belize chocolate

 

If you happen to be fortunate enough to be heading to Belize and are interested in learning more about Belize chocolate, you might want to time your visit for the Belize Chocolate Festival. The 2024 Chocolate Festival of Belize is being held May 17-19 in and around Punta Gorda in the Toledo District of Belize. You’ll be in for one tasty time!

If you can’t make it to Belize, but would still like some great tea to pair with your chocolate, visit this link to get a great selection of teas from David’s Tea. They have a special “Hot Chocolate Tea” infused with cocoa nibs and chocolate chips! And for the purists, try the Wild Grown Rooibos. It pairs magnificently with dark chocolate.

Doreen Pendgracs

Known throughout the Web as the "Wizard of Words", I've been a freelance writer since 1993. I'm currently researching and writing volume II of "Chocolatour: A Quest for the World's Best Chocolate". Volume I was published in September, 2013.

44 Responses

  1. Fedora says:

    Hi Doreen, I’m a chocolate lover and I found your blog post very informative and interesting. I learned a lot about the history and culture of Belize-made chocolate, from the modern to the traditional methods. I was fascinated by the different flavors and textures of the chocolate bars you tasted. I also enjoyed seeing the photos of the chocolate making process and the beautiful scenery of Belize.

  2. Kim Lawrence says:

    I’m really amazed at how well certain teas pair with chocolate. Thanks for this insight into Belizean chocolate and the recommendation of teas that make for interesting pairings with chocolate.

  3. Frances Petrowski says:

    Great post about chocolate in Belize!
    We were there for only one day on a cave tubing excursion while on a cruise. I would love to go for the chocolate festival. There are so many options. Thanks also for the tea and chocolate options. I will definitely be trying that. Thanks

    • Thx so much for your comment, Frances. I promise you would enjoy Belize. It is truly a multi-faceted eco-destination. The chocolate and climate are fantastic. And, yes! You’ve got to try some of that cocoa tea! Perfect for us chocolate lovers. ❤️

  4. Margaret Anne Fehr says:

    Been to Belize a while back and experienced an underground cave tour on a rubber raft complete with bats and beasties! I think I would have enjoyed a tour of chocolate makers far more! Thanks for such an in-depth description of this local industry. Maybe next time!

    • Thx so much for your comment, Margaret! I hope you’re doing well. Yes, Belize is such a marvelous multi-faceted destination. My top memory from my 1st trip there was snorkeling with a nurse shark!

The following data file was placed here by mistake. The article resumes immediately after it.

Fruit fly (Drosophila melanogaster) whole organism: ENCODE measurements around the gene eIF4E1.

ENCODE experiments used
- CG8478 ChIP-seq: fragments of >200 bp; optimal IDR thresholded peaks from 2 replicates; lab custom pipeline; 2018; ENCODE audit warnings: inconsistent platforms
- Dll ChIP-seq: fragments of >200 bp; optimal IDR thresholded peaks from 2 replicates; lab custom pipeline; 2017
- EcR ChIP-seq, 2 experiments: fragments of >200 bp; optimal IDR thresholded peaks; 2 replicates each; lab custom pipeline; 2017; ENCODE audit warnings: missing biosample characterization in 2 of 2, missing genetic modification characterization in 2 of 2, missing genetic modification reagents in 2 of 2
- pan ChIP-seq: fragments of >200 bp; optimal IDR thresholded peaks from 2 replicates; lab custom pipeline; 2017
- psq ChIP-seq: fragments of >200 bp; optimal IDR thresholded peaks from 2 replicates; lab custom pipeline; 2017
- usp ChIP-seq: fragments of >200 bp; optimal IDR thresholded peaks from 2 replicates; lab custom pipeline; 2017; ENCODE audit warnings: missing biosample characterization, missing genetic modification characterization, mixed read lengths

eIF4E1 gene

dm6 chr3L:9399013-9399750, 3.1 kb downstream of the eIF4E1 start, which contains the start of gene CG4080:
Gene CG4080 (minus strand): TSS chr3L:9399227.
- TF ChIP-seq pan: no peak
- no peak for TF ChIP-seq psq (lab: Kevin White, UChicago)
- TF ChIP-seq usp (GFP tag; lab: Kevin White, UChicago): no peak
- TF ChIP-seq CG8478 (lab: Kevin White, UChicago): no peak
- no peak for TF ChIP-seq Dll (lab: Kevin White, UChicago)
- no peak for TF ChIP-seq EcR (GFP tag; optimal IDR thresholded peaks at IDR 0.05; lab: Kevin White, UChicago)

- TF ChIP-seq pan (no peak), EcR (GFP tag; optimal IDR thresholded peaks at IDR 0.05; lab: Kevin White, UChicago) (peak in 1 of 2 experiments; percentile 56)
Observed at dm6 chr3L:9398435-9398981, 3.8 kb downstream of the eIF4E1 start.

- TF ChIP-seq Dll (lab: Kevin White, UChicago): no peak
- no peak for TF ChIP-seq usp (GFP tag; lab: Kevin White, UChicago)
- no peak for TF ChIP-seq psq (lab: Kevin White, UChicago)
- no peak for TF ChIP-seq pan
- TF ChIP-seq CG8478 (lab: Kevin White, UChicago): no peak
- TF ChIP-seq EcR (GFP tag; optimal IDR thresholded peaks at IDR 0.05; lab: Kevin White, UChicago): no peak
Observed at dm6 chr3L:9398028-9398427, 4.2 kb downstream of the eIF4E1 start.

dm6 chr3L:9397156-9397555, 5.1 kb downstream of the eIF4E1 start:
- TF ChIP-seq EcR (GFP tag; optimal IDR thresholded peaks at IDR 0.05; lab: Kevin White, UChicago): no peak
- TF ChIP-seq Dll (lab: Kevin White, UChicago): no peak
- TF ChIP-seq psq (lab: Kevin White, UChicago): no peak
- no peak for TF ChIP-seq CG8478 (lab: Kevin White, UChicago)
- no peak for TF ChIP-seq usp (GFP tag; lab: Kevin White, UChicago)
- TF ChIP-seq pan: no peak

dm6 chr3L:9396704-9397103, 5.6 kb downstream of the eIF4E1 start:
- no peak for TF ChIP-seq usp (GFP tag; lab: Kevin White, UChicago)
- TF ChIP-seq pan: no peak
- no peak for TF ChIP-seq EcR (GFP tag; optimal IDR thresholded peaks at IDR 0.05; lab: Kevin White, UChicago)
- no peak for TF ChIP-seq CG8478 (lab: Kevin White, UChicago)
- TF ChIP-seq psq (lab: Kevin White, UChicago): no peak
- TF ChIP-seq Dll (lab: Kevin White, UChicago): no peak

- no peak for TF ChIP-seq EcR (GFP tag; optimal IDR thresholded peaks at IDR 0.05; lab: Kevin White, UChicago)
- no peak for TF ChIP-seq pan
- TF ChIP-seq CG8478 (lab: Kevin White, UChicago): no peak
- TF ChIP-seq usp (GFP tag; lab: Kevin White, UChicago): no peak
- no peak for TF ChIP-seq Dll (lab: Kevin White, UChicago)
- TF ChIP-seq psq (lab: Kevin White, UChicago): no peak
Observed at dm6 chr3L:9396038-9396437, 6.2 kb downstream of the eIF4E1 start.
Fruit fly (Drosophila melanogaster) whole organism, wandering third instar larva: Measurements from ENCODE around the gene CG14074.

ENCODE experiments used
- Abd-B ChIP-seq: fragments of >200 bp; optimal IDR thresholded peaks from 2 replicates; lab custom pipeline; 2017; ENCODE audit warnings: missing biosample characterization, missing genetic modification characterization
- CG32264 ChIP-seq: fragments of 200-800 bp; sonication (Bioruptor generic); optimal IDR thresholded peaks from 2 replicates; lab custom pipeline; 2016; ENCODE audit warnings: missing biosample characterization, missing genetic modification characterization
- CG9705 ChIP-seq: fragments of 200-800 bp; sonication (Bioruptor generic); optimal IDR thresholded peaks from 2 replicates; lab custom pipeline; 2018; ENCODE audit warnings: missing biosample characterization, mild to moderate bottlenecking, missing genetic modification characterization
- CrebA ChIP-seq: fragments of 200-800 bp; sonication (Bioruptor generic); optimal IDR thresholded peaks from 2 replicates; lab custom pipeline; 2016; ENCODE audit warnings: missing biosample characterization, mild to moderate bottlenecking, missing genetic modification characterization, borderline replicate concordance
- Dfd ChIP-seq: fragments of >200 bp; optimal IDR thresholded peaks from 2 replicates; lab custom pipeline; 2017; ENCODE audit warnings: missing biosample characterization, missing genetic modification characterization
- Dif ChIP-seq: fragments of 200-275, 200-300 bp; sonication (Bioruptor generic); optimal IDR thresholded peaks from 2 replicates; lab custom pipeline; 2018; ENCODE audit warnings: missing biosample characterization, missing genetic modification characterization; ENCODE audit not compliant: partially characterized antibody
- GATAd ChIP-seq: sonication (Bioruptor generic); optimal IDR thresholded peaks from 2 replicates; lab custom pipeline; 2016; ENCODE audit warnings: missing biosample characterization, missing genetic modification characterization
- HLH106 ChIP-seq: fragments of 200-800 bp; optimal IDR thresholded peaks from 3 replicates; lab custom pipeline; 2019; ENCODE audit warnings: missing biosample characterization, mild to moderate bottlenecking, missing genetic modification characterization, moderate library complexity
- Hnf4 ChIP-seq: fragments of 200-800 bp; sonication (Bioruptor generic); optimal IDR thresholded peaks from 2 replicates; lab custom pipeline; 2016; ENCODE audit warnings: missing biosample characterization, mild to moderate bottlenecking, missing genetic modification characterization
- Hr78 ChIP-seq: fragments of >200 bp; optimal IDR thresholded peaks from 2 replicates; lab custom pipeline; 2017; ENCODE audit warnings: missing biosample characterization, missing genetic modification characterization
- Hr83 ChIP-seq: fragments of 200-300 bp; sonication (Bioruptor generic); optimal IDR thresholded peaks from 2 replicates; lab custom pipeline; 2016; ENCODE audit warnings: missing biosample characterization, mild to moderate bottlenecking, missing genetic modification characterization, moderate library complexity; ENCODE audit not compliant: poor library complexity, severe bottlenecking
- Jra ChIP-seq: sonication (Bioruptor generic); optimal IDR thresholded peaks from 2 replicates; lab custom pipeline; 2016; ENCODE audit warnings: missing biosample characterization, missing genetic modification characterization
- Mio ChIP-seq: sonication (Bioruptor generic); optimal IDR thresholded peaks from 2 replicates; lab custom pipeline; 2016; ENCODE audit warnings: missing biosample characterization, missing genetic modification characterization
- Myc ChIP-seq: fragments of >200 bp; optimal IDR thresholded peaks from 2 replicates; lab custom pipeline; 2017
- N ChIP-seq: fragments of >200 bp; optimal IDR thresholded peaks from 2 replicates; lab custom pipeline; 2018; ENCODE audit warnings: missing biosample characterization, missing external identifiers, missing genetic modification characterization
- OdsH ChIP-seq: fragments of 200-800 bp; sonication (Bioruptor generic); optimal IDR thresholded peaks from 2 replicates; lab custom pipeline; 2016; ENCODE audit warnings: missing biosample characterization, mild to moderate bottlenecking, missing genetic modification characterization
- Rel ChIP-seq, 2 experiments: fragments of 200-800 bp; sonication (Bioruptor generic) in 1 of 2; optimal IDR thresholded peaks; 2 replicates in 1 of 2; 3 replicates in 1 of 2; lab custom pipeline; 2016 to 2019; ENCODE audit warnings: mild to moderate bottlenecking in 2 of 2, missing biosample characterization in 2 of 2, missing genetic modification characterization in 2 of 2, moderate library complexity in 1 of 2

5. Irene Gordon says:

    We visited Belize and had a great time there some years ago.

  6. Always so much good information in your posts, Doreen. I love the idea of pairing tea with chocolate. So often it’s coffee or wine, neither of which I drink. I will check out the David’s Tea suggestions. I love that a tea entrepreneur (Cha Cha Tea) has paired with chocolate maker (Mac’s Chocolate & Bakeshop). They are both in Kingston and have had some lovely success and a couple of events. I’ve never been disappointed with anything I’ve had from either place.
    https://www.chachatea.com/ https://macschocolate.com/
    Will you be going to the Chocolate Festival in Belize in 2024?

    • Hi Christine and thx so much for your comment.

      Yes, I’m really amazed at how well chocolate pairs with specialty teas. When I first became immersed in the world of artisan chocolate, I was surprised at how many chocolate artisans sold teas in their shops & would recommend pairings.

      Though I am a fan of bold flavour pairings (as in the case of dark chocolate with a bold red wine or dark blend coffee) I’ve come to appreciate the nuances of more subtle pairings as well.

      I don’t think Belize is in our travel plans for 2024, but you never know…

  7. I’m always amazed at how well chocolate goes with tea! Read to the end of the post for a link to some great teas that are perfect for pairing with chocolate.
    Doreen Pendgracs recently posted…celebrating more great chocolate from British Columbia, CanadaMy Profile

  8. Belize and chocolate sound like a match made in heaven 🙂
    Carla Corelli recently posted…Go Suck a Lemon – How to improve your Emotional IntelligenceMy Profile

  9. Greeting Doreen,

    Thank you for adding us to your book. Here is a little for you readers about us.

    AJAW Chocolate, base in San Ignacio is a full Ketchi Maya Family operated. We offer Educational Chocolate with Mayan History Tour also a mini Chocolate History on our wall to self guide. Our guide being a Tour Guide from 2008 he bring his experience of chocolate from ancient to modern. Here our aim is to have Freshly Hand Ground Chocolate but as a Drink with Spices. Thats a well established drink known in the Mundo Maya.